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Your Environment. Your Health.

Final Progress Reports: Harvard School of Public Health: In utero Exposure to Polychlorinated Biphenyls, Pesticides and Metals in Relation to Cognitive Function in Childhood

Superfund Research Program

In utero Exposure to Polychlorinated Biphenyls, Pesticides and Metals in Relation to Cognitive Function in Childhood

Project Leader: Susan A. Korrick
Grant Number: P42ES005947
Funding Period: 1995 - 2006

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Final Progress Reports

Year:   2005  1999 

This study was undertaken to assess the impact of low-level intrauterine toxin exposure (PCBs, DDT, DDE and lead) on fetal and infant development at exposure levels characteristic of the general U.S. population. Over 790 newborns were enrolled and examined for this study from March 1993 through December 1998. Over the course of the past year, six-month follow-up developmental assessments were completed on a total of 275 of these infants. In addition, researchers completed a pilot assessment of memory and learning ability (with the Wide Range Assessment of Memory and Learning, WRAML) on approximately 70 of the children who were between the ages of five and six years.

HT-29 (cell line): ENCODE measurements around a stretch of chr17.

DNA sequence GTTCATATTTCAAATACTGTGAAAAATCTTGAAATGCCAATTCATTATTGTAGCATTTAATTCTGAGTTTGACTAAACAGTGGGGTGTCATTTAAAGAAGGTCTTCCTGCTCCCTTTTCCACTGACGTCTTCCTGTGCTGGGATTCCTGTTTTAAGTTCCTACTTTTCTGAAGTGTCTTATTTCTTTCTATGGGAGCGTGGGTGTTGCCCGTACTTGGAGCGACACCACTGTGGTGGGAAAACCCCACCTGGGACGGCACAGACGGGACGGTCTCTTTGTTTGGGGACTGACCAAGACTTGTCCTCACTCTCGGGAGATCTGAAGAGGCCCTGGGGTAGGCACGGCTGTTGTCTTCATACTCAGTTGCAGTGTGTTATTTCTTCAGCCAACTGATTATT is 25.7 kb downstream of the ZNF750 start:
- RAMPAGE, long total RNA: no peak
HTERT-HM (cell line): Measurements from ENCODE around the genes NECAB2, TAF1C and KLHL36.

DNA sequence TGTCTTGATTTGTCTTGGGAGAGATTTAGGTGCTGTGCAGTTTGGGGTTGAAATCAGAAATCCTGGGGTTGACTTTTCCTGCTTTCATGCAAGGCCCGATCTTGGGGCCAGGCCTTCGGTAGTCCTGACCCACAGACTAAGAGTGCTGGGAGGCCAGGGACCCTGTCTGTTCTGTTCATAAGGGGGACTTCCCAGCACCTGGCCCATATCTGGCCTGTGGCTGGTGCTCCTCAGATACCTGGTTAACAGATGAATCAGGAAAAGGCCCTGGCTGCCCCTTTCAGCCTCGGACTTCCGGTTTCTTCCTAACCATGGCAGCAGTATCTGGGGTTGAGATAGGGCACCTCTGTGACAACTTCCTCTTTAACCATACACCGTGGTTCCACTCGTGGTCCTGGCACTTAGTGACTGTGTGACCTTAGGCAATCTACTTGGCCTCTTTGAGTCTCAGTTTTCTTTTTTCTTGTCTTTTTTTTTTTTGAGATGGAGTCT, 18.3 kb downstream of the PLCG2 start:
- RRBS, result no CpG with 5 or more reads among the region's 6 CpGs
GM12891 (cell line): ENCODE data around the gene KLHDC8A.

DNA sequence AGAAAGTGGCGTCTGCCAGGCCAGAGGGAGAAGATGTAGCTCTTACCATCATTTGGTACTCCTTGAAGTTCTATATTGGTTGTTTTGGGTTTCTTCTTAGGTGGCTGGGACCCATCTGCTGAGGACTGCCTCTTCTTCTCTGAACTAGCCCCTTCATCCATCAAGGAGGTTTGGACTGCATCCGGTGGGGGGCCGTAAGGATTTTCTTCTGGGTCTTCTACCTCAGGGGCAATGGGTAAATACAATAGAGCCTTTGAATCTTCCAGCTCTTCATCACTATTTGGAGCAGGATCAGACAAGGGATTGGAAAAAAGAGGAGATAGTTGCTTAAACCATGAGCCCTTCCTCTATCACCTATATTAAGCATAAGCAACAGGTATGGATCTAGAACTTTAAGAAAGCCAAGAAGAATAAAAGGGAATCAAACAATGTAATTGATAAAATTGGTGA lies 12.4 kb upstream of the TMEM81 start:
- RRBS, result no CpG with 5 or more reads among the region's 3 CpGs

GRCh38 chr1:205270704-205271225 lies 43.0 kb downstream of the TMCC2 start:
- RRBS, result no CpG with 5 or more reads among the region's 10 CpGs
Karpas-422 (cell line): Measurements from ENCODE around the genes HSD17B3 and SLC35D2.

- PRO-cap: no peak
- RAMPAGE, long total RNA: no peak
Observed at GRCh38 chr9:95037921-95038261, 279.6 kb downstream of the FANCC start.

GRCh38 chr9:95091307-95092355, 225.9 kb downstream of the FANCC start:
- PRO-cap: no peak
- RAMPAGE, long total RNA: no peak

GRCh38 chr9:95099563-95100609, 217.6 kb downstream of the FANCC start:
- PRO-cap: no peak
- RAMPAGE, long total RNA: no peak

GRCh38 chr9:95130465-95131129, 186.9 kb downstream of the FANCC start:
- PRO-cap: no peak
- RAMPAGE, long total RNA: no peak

Preliminary data analyses have been completed for many of the outcomes and exposures of interest and several manuscripts are in preparation. Results of these ongoing analyses support the following findings: (1) Prenatal PCB and DDT/DDE exposures (assessed primarily with cord serum concentrations) in this population were generally lower than those described previously in other birth cohorts for which neurodevelopmental effects of these compounds have been studied; (2) Increasing cord serum PCB levels were associated with lower birth weight independent of gestational age; (3) Increasing cord serum PCB levels were associated with delayed neuromuscular maturation (in the Dubowitz exam) and increased hyporeflexia (in the Brazelton Neonatal Behavioral Assessment Scale), consistent with findings described previously among other populations; (4) Increasing milk PCB levels were associated with poorer visual memory (in the Fagan Test of Infant Intelligence) at age six months among the most exposed infants (upper third of milk PCB concentrations); and (5) Results of preliminary analyses of our small pilot study of five to six-year-olds suggest that increasing milk PCB levels are associated with poorer visual memory, story memory, and learning although none of these associations was statistically significant in this small sample.

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